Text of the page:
Our earliest records show that pipers accompanied their clans and their chiefs in battle and in other exploits – not always peaceful. The piper was seen as integral to every endeavour, spurring the men on and lamenting any loss. On the formation of the first Scottish regiments of the British Army, officers realised they could harness this phenomenon for their own ends and the recruiting of pipers began in earnest.
Other duties eventually revolved round the soldiers’ daily routine with the piper being called on to signal reveille, parade or mess time. On the advent of General Wade’s roads soldiers could be drilled and ordered to march in step too, something impossible on the rough terrain and tracks they had hitherto been used to. To help everyone along, drummers were added to the musical contingent and here we see the birth of the pipe band as we know it today. Anyone looking for dates should consider 1850 as roughly the time the formal pipe band was born, and, in the Crimean War, Highland regiments were given a pipe major and five pipers as part of their official strength.
The actual shape and formation of the band as we know it came about following years of heated debate: pipes first or drums leading the march. The politicians could not come to a satisfactory solution nor could the Amy’s top brass. Eventually it went all the way up to Queen Victoria (who loved piping, pipers and the Highlands) and she issued the memorable instruction ‘the pipes must lead’.
The 1880s saw the emergence of the first civilian pipe bands and Scots must learn to stomach the fact that research by the RSPBA’s Historical Research Committee has concluded that the town of Accrington in Lancashire was the home of the first ever civilian pipe band. Wallacestone & District and Colinton & Currie may be the first Scottish civilian pipe band and on the quasi-military front we could consider the Govan Police band as being in at the beginning of it all. (The above is disputed by piping historian Keith Sanger – see below.)
By the early 20th century Army records show there were approximately 60 bands attached to various units including volunteer/territorial battalions. Add to this Boys Brigade bands (the BB had been founded in 1883 in Glasgow by Sir William Smith) and the now burgeoning cadre of civilian bands throughout the country – especially in mining areas – and we can see the forerunner of our great 21st century pipe band movement.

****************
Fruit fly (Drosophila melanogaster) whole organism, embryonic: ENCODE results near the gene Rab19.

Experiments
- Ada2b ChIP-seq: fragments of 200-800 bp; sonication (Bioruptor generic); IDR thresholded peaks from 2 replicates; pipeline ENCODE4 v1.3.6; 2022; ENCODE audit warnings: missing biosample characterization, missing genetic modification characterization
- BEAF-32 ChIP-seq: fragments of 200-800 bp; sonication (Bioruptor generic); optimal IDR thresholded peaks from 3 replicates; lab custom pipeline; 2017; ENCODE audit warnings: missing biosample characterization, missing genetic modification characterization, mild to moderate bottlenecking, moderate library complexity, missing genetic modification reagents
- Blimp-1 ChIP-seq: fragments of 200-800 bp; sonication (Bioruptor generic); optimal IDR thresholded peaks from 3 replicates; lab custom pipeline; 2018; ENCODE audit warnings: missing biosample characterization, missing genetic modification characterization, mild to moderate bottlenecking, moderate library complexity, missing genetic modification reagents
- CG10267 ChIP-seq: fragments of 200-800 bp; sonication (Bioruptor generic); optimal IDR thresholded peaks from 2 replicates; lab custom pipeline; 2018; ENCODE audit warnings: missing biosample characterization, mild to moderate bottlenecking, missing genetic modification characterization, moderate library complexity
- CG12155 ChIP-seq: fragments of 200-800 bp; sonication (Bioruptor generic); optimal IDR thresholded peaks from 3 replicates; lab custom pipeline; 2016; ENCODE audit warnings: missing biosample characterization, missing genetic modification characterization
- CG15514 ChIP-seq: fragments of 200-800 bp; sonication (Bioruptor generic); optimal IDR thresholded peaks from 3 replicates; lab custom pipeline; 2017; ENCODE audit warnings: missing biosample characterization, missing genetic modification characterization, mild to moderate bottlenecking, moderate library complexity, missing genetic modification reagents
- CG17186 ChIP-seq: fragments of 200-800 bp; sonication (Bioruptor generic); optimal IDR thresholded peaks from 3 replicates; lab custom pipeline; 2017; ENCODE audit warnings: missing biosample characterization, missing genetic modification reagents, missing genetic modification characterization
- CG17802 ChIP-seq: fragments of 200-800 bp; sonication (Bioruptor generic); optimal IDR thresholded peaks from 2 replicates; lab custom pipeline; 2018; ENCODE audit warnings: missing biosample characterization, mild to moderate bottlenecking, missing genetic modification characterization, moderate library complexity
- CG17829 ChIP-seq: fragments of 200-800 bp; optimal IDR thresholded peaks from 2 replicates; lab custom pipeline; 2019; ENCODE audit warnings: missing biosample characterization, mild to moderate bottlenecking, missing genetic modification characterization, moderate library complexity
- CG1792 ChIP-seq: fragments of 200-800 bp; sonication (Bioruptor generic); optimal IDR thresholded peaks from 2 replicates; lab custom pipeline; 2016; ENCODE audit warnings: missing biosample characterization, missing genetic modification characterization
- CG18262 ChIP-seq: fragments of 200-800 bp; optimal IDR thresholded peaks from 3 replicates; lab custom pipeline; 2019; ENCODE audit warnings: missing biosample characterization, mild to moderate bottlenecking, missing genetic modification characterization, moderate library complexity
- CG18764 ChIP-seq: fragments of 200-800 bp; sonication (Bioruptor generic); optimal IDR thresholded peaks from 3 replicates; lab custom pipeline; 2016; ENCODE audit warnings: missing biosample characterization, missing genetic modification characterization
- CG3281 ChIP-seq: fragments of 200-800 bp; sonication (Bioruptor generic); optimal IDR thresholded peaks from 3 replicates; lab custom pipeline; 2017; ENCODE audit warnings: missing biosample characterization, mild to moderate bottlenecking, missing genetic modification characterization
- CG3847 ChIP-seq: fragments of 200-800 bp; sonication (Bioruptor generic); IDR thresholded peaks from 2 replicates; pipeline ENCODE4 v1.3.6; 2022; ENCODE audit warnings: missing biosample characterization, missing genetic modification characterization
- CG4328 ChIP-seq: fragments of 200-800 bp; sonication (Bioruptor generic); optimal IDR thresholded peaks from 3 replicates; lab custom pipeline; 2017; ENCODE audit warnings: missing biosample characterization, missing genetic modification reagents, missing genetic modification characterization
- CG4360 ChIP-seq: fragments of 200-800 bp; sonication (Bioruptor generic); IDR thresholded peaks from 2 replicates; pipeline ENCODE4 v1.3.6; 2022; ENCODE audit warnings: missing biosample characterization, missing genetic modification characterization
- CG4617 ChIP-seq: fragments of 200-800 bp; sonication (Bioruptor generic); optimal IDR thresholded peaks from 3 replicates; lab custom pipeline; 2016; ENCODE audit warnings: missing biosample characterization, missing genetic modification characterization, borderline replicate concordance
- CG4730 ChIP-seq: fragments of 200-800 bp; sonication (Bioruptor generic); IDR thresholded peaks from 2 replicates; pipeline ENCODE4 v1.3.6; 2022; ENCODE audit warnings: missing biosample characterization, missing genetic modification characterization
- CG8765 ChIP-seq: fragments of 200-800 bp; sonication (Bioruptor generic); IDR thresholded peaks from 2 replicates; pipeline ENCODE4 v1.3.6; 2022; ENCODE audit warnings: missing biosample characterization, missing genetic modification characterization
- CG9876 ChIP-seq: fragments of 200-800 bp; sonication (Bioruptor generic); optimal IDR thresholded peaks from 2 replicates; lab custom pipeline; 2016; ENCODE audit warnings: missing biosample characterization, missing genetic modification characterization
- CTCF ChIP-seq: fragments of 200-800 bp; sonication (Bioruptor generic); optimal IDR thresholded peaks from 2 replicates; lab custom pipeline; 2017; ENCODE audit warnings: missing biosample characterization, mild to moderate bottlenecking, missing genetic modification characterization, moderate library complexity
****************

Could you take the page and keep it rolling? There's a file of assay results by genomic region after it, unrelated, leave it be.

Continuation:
What was, to all intents and purposes, the first World Pipe Band Championship, was held at Cowal in 1906. It came about following a suggestion from a committee member that such a contest be held. Fittingly, Queen Victoria’s daughter, Princess Louise, Duchess of Argyll, was instrumental in the production of what was named the ‘Argyll Shield’ to be presented to the champion band. This shield is still presented today at Cowal, though the contest there is no longer considered an RSPBA pipe band championship.
In these early days Cowal stipulated that each band must have a minimum of eight pipers and not more than a dozen – a far cry from today’s huge ensembles. The first winners, and therefore the first World Champion band, were the 1st Volunteer Battalion of the HLI, Pipe Major John McDougall Gillies (pictured top). From these early beginnings the number of band contests in different Scottish town and villages grew, some with different sections for ladies and for juniors.
Such was the inconsistency (chaos might be a better word) of organisation, tune stipulation and qualification, that, in 1930, P/M Willie Sloan of the Clan MacLean Pipe Band suggested that an umbrella organisation be formed to sort out the mess and bring some order to what was an ever-increasingly popular pursuit. Thus was born the Scottish Pipe Band Association. With its HQ in Glasgow, the mother of all pipe band associations was subsequently replicated in many parts of the world. After WW2 the SPBA proposed a new World Championship to be held in Edinburgh at the same time as the city’s festival. Cowal refused to give up the ‘World’ title and in 1947 two events were held, Bowhill Colliery winning the RSPBA’s official contest (listen to the band here) and Glasgow Police – not in favour with SPBA bigwigs for a while after – the Cowal version. The row eventually subsided with the Cowal pipe band competition being granted ‘Championship’ status by the Association, a situation that existed until 2013.
The Worlds left Scotland for the first time in 1956 when it was held in Belfast. This was repeated in 1962. In 1975 and ’79 it was held in Corby and then in Nottingham. 1987 was a notable year; the title went to an overseas band for the first time, the 78th Highlanders from Toronto under P/M William Livingstone. Today the home of the Worlds is Glasgow and it looks like staying there for many years.
Since its inception the RSPBA’s Worlds has grown well beyond the size anticipated by P/M Sloan all those years ago. There are eight grades of competition involving thousands of pipe bandsmen and women. Two hundred plus bands take part, and, thanks to relatively cheap air travel, pipers and drummers from around the globe are able to attend, making it a truly international spectacular beamed live via the internet into the homes of thousands of eager pipe band enthusiasts unable to make the journey.